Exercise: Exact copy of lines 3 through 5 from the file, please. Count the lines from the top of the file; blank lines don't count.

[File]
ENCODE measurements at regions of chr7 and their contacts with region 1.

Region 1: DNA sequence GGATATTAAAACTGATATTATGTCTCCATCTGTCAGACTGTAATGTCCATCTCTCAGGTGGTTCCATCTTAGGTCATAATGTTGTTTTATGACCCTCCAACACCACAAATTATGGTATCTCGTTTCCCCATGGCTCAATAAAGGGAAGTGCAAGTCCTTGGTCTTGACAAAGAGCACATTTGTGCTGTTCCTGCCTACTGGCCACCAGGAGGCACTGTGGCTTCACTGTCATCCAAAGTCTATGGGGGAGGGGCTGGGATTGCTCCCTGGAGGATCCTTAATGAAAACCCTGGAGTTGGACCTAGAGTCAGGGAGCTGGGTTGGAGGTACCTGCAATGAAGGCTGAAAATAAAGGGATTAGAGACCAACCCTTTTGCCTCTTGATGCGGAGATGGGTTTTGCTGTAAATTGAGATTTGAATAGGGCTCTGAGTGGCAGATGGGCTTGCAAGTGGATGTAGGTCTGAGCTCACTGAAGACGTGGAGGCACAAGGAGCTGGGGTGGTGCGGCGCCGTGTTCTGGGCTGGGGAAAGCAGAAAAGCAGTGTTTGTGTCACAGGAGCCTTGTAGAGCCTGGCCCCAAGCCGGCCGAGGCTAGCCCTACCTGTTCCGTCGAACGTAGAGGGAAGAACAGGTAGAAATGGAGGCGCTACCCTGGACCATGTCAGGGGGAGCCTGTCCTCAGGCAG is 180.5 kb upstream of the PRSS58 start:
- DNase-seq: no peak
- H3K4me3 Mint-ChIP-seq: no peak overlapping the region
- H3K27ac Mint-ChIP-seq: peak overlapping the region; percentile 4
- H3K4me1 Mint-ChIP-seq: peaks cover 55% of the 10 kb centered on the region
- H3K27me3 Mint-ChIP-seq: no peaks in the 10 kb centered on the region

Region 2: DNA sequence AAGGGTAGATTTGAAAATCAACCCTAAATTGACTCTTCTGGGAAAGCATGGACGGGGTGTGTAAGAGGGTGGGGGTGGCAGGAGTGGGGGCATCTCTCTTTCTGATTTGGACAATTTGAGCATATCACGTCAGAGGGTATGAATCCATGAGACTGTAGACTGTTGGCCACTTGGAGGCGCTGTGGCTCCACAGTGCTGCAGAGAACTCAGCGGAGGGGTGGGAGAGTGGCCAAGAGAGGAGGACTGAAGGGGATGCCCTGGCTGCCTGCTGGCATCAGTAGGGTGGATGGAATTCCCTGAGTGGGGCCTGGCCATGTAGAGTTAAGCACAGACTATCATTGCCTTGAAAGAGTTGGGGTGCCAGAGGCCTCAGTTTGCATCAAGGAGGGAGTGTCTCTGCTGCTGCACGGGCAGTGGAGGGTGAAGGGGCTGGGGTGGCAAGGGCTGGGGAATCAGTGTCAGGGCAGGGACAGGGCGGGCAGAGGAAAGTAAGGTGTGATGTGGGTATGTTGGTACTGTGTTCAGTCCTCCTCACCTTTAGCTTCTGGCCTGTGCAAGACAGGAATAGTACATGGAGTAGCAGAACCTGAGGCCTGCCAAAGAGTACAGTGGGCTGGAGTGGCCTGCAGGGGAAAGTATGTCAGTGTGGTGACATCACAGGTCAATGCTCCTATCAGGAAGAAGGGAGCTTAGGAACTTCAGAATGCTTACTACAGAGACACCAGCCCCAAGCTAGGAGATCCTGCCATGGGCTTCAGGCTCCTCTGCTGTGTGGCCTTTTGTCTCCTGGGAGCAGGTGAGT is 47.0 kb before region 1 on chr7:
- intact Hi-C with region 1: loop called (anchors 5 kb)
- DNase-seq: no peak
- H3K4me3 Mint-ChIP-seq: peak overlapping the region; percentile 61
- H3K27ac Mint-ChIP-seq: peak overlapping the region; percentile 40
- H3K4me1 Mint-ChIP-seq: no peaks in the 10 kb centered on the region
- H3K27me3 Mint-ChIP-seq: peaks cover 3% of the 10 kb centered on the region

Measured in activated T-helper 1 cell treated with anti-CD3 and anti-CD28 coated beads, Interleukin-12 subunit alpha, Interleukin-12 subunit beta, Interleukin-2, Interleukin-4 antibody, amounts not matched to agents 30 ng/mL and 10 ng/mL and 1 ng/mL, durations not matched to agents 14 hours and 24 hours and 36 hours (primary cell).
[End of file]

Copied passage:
- DNase-seq: no peak
- H3K4me3 Mint-ChIP-seq: no peak overlapping the region
- H3K27ac Mint-ChIP-seq: peak overlapping the region; percentile 4